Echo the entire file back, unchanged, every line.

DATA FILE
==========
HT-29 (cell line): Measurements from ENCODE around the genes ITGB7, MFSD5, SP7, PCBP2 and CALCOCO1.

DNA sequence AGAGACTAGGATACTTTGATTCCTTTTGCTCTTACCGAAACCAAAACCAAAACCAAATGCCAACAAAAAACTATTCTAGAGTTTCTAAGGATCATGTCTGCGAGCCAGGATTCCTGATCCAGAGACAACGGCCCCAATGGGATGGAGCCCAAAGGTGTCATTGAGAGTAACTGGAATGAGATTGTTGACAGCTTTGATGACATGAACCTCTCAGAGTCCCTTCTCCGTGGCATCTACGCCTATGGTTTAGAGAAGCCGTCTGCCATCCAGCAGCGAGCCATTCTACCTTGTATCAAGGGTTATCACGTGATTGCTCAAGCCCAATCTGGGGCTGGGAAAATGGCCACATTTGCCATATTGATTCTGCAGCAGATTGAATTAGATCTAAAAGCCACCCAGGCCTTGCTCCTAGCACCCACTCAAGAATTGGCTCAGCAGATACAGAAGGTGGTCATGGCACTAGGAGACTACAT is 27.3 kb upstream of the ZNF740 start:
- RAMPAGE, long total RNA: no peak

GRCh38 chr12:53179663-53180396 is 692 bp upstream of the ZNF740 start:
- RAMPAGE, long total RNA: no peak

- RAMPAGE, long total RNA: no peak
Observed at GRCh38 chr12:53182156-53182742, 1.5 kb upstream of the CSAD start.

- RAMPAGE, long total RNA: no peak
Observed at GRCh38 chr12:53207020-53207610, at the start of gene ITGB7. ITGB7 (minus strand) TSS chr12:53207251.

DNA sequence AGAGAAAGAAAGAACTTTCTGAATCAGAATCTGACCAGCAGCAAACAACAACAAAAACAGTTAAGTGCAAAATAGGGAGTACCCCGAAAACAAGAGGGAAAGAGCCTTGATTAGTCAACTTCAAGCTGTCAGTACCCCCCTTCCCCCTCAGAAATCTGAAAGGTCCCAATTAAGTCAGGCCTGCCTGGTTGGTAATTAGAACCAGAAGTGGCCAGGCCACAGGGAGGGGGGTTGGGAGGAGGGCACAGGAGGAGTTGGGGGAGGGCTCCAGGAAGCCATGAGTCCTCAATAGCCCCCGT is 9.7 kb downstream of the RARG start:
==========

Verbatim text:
HT-29 (cell line): Measurements from ENCODE around the genes ITGB7, MFSD5, SP7, PCBP2 and CALCOCO1.

DNA sequence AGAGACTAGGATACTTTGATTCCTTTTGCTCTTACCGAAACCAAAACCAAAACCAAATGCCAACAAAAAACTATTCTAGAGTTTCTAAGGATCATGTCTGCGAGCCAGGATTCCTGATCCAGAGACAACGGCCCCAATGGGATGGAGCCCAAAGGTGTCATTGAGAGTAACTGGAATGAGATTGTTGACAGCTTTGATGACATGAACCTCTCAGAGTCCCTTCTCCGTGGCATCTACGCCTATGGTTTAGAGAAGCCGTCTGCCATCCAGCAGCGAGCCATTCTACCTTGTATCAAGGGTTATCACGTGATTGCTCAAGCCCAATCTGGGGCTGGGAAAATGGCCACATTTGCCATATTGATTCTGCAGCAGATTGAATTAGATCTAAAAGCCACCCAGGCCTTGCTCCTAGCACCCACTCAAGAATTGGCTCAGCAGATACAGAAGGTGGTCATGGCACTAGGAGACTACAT is 27.3 kb upstream of the ZNF740 start:
- RAMPAGE, long total RNA: no peak

GRCh38 chr12:53179663-53180396 is 692 bp upstream of the ZNF740 start:
- RAMPAGE, long total RNA: no peak

- RAMPAGE, long total RNA: no peak
Observed at GRCh38 chr12:53182156-53182742, 1.5 kb upstream of the CSAD start.

- RAMPAGE, long total RNA: no peak
Observed at GRCh38 chr12:53207020-53207610, at the start of gene ITGB7. ITGB7 (minus strand) TSS chr12:53207251.

DNA sequence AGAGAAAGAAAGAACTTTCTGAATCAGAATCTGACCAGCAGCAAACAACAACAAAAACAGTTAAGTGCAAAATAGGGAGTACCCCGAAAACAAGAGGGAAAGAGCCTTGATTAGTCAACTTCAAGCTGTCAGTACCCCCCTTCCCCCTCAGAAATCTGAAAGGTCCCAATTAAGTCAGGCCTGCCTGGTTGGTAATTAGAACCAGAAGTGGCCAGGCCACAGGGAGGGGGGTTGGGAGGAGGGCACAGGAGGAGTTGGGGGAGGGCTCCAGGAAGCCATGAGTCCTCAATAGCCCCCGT is 9.7 kb downstream of the RARG start: